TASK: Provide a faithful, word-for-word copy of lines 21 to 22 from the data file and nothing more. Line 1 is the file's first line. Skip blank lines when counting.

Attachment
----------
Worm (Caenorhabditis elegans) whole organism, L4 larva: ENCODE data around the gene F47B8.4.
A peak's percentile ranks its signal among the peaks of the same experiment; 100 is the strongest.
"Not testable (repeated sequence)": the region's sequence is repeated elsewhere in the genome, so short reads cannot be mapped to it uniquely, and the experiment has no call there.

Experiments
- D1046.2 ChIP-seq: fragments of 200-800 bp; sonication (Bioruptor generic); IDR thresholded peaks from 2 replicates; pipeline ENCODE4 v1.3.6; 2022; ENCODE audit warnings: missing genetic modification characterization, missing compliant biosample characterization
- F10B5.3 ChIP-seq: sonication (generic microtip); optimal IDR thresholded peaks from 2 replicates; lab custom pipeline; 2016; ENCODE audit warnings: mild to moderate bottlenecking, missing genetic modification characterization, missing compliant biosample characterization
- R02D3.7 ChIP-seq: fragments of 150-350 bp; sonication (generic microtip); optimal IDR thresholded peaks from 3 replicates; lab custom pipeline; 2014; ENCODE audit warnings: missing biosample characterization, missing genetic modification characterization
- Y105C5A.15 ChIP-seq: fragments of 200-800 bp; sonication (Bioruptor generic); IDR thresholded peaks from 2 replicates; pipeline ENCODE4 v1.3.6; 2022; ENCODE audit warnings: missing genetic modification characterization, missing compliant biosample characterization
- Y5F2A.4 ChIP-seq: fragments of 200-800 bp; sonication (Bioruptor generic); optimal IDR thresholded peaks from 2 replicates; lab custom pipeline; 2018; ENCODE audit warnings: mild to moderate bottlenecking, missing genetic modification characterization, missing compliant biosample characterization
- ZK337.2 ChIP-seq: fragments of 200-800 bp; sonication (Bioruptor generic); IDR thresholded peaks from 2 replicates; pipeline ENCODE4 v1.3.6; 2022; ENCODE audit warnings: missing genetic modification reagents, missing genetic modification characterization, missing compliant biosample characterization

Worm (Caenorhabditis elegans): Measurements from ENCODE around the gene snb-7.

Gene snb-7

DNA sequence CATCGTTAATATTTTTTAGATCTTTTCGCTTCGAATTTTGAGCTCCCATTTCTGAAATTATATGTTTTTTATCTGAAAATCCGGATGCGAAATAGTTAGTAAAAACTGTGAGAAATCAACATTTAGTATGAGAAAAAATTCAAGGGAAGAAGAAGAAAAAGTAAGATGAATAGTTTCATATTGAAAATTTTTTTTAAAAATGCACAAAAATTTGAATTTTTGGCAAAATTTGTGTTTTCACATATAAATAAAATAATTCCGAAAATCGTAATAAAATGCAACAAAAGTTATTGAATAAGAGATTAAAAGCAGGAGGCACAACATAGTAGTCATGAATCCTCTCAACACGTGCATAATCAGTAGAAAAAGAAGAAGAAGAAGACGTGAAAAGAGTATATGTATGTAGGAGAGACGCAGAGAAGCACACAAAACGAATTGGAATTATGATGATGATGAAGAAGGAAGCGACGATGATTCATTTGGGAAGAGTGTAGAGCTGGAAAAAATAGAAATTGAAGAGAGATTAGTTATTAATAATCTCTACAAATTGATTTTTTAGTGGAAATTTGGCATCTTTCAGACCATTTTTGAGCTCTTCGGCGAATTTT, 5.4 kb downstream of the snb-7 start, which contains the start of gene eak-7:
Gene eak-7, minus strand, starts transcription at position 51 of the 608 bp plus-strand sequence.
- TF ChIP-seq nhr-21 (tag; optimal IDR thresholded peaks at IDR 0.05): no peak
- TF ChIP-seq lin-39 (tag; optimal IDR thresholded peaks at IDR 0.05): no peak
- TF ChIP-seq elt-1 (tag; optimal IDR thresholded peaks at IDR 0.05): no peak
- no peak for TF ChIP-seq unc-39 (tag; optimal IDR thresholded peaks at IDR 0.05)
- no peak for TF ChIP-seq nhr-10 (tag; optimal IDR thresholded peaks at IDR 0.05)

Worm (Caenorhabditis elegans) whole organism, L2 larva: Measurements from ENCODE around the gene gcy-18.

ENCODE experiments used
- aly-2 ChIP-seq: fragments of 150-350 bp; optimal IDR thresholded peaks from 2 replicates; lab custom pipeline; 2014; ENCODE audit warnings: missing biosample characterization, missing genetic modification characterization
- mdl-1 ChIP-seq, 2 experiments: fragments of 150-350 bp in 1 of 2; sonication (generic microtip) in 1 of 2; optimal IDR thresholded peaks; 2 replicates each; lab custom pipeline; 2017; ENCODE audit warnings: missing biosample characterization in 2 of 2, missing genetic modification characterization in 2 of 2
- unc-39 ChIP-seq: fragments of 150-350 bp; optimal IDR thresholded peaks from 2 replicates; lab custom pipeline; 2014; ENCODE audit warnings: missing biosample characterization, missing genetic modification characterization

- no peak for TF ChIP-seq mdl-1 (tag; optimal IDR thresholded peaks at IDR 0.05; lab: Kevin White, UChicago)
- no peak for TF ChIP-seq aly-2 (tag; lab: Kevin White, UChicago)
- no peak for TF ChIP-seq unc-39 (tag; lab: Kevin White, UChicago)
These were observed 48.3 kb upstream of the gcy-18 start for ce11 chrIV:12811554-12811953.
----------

ENCODE experiments used
- aly-2 ChIP-seq: fragments of 150-350 bp; optimal IDR thresholded peaks from 2 replicates; lab custom pipeline; 2014; ENCODE audit warnings: missing biosample characterization, missing genetic modification characterization